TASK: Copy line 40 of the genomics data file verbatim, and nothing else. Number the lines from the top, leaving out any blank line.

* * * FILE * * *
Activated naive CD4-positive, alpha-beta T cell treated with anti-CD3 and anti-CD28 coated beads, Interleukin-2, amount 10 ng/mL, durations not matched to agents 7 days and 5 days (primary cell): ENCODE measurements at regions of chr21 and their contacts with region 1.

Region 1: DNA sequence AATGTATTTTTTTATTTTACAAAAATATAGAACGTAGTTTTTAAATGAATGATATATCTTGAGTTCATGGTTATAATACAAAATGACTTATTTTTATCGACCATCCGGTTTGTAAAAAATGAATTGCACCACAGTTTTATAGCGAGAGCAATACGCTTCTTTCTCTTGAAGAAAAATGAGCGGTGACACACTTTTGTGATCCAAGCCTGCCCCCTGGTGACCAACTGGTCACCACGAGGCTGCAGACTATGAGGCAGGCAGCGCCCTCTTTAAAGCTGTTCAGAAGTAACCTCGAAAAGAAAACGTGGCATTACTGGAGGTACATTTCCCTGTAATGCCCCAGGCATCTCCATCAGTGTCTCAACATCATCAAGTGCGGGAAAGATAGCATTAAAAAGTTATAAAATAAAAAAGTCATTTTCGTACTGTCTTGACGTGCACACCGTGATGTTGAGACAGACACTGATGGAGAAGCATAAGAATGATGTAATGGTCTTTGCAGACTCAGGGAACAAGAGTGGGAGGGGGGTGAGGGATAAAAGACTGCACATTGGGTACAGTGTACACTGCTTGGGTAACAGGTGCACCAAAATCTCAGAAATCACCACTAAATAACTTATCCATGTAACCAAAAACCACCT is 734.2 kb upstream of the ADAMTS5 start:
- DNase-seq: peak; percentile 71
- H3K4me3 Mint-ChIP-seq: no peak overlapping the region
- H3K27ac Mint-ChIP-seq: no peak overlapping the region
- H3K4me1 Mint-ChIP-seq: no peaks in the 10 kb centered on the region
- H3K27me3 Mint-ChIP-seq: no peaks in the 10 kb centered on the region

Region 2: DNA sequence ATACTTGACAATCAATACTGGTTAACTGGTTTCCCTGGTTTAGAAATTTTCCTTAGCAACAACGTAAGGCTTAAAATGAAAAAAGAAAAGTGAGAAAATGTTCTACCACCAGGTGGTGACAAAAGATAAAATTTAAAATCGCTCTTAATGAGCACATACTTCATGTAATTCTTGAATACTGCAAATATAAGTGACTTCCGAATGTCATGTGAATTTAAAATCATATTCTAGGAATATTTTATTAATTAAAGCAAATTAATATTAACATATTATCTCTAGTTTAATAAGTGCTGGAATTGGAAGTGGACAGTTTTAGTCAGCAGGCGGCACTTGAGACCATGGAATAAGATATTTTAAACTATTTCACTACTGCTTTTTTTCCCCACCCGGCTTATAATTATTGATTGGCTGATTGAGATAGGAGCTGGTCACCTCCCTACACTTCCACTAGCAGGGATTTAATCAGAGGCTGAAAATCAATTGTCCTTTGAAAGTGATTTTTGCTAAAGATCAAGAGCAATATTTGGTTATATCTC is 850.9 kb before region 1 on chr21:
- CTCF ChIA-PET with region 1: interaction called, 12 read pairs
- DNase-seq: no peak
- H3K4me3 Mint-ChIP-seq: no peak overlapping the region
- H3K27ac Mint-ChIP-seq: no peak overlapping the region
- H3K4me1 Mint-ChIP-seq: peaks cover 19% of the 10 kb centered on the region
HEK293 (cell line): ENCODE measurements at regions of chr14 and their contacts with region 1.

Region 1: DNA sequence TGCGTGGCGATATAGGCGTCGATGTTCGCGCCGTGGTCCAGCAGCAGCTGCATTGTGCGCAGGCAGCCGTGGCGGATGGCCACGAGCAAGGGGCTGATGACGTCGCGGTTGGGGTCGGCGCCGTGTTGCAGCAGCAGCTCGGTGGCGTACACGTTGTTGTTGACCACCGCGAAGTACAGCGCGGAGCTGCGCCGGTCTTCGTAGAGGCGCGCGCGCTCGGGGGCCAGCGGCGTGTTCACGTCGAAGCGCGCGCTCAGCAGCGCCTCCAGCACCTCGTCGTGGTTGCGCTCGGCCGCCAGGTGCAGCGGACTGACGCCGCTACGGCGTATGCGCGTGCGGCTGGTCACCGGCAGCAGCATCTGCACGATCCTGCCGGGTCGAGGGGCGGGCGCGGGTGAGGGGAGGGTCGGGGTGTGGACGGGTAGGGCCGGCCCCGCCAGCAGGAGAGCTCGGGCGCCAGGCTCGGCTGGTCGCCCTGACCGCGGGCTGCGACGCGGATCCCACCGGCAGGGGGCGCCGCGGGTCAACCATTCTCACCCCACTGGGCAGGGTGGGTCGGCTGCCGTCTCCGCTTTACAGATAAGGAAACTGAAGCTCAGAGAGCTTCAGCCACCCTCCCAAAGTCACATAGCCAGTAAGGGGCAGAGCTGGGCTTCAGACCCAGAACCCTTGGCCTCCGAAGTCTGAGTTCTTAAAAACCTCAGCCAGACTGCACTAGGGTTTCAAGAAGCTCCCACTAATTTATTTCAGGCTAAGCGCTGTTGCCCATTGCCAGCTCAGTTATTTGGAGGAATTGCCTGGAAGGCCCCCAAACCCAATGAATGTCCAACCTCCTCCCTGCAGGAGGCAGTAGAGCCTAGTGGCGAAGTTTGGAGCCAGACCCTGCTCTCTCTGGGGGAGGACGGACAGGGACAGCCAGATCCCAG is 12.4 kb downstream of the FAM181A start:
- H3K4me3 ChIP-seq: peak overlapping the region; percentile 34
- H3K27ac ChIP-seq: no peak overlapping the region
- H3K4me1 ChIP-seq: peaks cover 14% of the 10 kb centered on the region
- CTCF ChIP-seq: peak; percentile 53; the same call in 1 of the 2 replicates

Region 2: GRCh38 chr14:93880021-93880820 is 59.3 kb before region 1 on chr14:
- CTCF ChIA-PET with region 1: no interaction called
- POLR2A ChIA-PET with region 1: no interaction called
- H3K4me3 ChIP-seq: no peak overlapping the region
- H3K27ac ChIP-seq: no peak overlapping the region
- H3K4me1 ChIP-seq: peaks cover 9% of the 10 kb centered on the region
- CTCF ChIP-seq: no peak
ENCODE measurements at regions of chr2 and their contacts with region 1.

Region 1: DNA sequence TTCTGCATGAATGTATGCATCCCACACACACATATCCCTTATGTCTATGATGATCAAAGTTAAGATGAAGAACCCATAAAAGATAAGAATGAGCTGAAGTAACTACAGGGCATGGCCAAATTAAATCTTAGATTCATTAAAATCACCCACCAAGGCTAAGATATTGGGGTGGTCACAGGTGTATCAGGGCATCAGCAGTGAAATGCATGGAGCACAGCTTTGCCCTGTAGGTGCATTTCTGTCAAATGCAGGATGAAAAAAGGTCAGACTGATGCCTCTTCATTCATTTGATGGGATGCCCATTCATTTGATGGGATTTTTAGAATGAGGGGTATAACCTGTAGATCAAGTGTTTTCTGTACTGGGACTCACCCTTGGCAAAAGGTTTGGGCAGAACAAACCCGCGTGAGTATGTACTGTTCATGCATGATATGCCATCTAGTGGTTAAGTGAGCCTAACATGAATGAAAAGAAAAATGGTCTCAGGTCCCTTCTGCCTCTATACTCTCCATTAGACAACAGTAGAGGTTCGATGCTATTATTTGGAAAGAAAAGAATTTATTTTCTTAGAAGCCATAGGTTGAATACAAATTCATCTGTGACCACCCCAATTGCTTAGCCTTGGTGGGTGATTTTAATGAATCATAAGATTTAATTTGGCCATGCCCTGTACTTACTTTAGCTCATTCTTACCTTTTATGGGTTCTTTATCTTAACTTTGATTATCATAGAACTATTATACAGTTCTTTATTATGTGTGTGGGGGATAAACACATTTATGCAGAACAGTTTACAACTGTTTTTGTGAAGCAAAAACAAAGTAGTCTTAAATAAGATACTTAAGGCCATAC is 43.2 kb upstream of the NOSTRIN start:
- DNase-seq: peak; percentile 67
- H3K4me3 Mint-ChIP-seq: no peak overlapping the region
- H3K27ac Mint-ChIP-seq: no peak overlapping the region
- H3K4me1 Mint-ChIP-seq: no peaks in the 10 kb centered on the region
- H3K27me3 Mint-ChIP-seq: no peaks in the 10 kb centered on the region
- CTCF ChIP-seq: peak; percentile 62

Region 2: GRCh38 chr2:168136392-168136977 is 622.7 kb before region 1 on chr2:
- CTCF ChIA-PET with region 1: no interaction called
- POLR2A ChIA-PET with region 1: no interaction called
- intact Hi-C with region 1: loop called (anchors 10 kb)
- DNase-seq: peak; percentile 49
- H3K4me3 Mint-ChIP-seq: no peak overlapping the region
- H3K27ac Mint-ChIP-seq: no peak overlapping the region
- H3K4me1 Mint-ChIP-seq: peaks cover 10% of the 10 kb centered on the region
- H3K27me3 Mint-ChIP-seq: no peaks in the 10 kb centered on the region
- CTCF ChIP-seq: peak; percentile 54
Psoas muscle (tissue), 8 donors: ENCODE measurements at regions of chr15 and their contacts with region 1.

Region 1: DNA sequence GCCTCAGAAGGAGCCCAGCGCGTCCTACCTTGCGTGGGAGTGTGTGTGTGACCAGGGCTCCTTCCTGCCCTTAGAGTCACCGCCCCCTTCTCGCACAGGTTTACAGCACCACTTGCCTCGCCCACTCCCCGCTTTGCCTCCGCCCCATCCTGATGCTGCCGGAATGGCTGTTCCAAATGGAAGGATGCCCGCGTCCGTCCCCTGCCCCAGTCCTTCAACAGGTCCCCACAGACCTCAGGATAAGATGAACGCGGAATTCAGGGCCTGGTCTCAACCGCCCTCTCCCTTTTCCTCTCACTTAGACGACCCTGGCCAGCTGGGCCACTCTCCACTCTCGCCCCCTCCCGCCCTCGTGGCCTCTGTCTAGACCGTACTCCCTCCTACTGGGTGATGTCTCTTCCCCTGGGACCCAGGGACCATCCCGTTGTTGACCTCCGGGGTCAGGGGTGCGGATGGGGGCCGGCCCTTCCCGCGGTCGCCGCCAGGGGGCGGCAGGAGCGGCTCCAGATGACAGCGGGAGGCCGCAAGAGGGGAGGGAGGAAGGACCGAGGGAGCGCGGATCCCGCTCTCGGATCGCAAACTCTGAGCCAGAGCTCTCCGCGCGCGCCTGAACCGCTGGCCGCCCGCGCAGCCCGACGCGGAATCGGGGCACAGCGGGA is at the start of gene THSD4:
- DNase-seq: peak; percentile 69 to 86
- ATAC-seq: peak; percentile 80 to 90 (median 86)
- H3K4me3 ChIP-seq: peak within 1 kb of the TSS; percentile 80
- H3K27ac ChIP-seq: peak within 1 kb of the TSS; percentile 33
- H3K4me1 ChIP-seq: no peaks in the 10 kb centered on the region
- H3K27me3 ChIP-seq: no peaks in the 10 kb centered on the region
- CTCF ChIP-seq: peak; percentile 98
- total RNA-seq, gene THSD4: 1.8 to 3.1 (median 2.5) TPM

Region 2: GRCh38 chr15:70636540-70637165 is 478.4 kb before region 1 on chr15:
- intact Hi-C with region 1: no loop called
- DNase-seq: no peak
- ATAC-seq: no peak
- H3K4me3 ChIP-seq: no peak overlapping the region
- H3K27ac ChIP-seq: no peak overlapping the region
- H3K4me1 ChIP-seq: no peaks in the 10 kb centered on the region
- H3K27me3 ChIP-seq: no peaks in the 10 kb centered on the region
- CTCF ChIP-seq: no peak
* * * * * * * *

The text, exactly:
- H3K4me3 Mint-ChIP-seq: no peak overlapping the region